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5 Common Mistakes Leaders Make When Starting A New Year

I like to start a new project, a new challenge and the New Year on a positive note. The last thing on my mind is negativity. Mistakes or any negative from previous years are far from my mind. I even try my best to avoid negative words – words like ‘mistakes’. Yet my first blog post of the year has that word – ‘mistakes’. Why am I deviating from this norm that I have created for myself? To ensure you don’t make the mistakes that many leaders often do.

Just before the New Year kicks off, most leaders like yourself may have the opportunity to relax, rest your minds and rejuvenate. This is a necessity to start the year on a positive with a revitalized sense of Purpose. However, the more of ponder on your purpose, the more chances that your anxiety levels elevate. You start to think of leading your team and how to be a better leader. You think of all the business opportunities and challenges that lie ahead and the accomplishments you wish to conquer. And before you know it, you’re spiraling down the negativity trap and all your positive energy is drained before you even wake up to January 1!

So in the spirit of staying positive and keeping you from making leadership mistakes, I have to tread on a minor negative. Just so you can stay positive (as odd as it sounds). And to do that here are some of the common leadership mistakes that you should be avoiding.

1. Setting Too Many Goals or Resolutions

Resolutions are a great way to keep a check on yourself and stay focused on your core purpose. However, having too many resolutions and goals can be daunting, burdensome and often overambitious. Having big dreams and goals is perfectly fine. However, having too many can lead you into a trap that’ll just make you feel inadequate. Sure you’re brimming with enthusiasm as the calendar year turns to a new chapter, yet getting ahead of yourself isn’t the solution. Pace yourself. Stay focused on the few. The key here is quality or quantity.

2. Wandering Without A Purpose

If your career and leadership were a journey, it needs a purpose, not a destination. You may wonder why leadership shouldn’t have a destination when every journey does. The difference is that leadership is a relentless and continuous journey with many ups and downs, highs and lows and mistakes and learnings. It’s an experience that can only be enhanced with a purpose, rather than an end result. Sure, you could set targets for the year that your team and company will strive to achieve, however, those targets should be serving a higher purpose. Without an overarching purpose you’re going to be wandering about year after year with no real incremental value added.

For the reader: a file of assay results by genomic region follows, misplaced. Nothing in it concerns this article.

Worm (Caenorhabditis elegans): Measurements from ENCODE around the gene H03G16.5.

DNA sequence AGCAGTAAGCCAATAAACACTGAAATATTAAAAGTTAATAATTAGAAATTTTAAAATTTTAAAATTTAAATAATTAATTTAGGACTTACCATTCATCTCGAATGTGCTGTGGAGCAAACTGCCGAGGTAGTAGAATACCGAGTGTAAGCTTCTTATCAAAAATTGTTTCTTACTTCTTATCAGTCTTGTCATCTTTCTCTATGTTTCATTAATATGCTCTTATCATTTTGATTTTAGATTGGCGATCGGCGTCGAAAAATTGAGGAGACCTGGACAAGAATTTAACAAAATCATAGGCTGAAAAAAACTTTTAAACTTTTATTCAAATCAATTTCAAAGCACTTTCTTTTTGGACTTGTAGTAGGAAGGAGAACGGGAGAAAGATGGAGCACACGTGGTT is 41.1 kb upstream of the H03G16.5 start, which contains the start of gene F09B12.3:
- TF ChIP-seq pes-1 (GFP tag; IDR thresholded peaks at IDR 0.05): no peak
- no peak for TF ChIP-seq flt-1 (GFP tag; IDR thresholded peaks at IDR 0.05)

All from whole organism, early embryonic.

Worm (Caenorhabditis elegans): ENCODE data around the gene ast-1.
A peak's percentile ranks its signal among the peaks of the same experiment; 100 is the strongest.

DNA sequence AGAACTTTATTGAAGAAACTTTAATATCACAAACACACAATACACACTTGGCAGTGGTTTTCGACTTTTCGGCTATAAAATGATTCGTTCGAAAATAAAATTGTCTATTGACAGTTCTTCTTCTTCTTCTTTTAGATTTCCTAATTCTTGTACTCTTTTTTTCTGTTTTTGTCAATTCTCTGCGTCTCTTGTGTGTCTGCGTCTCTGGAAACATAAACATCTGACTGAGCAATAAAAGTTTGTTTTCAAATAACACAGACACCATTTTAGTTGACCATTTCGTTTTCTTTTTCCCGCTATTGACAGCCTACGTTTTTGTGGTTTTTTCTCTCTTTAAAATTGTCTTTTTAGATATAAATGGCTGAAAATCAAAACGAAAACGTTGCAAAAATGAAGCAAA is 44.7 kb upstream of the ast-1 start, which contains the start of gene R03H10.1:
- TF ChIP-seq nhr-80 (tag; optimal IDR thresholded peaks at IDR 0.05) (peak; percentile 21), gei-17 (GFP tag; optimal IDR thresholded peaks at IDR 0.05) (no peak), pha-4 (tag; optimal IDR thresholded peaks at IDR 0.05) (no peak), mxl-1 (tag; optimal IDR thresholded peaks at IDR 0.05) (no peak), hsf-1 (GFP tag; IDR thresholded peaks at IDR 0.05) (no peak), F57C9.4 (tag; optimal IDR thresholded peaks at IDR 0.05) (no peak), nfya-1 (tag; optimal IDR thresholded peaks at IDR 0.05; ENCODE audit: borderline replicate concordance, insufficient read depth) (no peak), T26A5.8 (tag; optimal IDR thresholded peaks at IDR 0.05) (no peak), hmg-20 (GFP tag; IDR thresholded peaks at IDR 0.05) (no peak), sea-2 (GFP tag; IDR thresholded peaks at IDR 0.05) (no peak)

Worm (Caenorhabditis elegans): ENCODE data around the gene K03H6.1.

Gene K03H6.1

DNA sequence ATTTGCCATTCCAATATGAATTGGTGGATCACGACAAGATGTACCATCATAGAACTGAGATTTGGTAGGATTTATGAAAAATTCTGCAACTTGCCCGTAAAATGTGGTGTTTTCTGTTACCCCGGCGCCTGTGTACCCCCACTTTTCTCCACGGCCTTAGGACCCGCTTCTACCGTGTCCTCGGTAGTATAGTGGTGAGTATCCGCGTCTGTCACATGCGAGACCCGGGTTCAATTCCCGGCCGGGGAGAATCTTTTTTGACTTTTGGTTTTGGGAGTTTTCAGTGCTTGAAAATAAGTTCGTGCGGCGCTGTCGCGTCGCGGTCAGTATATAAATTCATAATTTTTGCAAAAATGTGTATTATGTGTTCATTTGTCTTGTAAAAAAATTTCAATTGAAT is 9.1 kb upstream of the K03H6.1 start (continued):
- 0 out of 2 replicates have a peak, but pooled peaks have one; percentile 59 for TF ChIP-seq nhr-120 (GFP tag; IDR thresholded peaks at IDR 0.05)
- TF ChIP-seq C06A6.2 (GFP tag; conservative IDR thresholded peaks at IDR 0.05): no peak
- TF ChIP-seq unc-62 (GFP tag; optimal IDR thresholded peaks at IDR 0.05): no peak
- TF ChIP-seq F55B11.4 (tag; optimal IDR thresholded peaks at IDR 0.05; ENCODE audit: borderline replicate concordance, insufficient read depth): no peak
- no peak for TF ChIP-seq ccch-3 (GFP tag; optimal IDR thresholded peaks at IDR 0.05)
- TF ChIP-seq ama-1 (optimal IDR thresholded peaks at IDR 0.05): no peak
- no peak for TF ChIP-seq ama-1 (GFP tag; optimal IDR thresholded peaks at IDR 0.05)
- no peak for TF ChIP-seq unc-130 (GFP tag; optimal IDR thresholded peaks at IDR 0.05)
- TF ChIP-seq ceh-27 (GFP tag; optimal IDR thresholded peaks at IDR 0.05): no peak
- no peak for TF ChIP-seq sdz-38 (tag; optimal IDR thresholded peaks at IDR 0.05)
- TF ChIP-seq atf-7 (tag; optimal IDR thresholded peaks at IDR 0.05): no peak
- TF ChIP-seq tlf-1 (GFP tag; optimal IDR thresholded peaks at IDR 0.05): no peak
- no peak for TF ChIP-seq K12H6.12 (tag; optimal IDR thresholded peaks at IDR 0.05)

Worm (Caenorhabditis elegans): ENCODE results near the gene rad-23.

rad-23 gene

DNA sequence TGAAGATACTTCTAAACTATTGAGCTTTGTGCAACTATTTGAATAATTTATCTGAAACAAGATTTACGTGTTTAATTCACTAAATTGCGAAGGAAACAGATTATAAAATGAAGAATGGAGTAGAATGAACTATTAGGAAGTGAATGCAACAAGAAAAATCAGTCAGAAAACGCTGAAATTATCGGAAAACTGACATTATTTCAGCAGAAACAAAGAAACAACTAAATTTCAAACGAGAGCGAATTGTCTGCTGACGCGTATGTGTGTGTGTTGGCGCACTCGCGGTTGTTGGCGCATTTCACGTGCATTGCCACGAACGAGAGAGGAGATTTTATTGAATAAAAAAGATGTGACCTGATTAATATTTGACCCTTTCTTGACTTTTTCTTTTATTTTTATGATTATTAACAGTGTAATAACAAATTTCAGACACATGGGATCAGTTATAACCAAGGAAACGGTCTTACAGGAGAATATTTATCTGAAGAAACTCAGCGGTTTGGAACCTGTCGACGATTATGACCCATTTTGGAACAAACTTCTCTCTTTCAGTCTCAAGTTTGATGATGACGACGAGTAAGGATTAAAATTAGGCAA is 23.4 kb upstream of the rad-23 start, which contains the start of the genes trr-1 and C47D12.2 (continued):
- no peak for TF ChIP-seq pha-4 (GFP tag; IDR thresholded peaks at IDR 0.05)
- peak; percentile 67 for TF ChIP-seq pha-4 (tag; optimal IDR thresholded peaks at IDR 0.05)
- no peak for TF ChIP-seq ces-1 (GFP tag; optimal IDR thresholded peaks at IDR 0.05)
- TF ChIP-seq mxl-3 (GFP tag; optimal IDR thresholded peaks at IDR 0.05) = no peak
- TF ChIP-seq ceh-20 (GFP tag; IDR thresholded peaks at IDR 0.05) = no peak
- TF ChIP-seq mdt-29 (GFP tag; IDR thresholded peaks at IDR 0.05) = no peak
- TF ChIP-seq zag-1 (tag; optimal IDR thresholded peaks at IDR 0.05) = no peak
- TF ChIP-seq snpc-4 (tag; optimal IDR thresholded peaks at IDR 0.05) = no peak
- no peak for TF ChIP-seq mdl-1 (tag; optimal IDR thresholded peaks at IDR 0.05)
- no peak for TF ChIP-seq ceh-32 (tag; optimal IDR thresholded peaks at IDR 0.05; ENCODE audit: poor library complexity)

3. One Size Doesn’t Fit All

Leaders often pick up plenty of advice and learnings from their peers, thought leaders, books and various workshops or seminars. While it’s a great idea to enhance your learning from the experiences of others, keep in mind that what works for one leader, won’t necessarily work for you. Leadership isn’t a hat that anyone can put on and be great at. It’s unique to you, your team, your company and your environment. There’s never a right answer or the perfect solution. From All the knowledge you acquire extract those that apply to you and work for you. It’ll be a mix of various techniques and the right one will be something that you customize to suit your needs and purpose.

4. Success Isn’t An End

While you may have a predefined goal in mind, setting yourself up for failure is to stick to it and nothing else. You simply cannot proceed in life with a tunnel vision. You have to look in all directions and grab at all wins and successes. And then don’t just stop at the wins you’ve achieved. Even if you’re slightly off your target, accept what you have as a win and build upon it to do better. Success is a continuum.

5. Plan To Fail

Here I go with another negative! Well, while you’ve made all the right plans to succeed, what if things don’t go as planned? There’s always a possibility that situations may change, new challenges may arise and things just may end up going awry. What then? If your plan is only to succeed then you’ve had it! Great leaders know that contingency planning is a nonnegotiable. You have to factor in all possibilities when you design your plans to take into account failure as much as success. This way you won’t be caught by surprise and will have a counter action ready to implement.

Every New Year comes along with much promise, hope and optimism for a better and more successful future. Embrace that with the utmost positivity that you can muster and be wary of the Common Mistakes Leaders make when starting off a New Year.

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5 Common Mistakes Leaders Make When Starting A New Year


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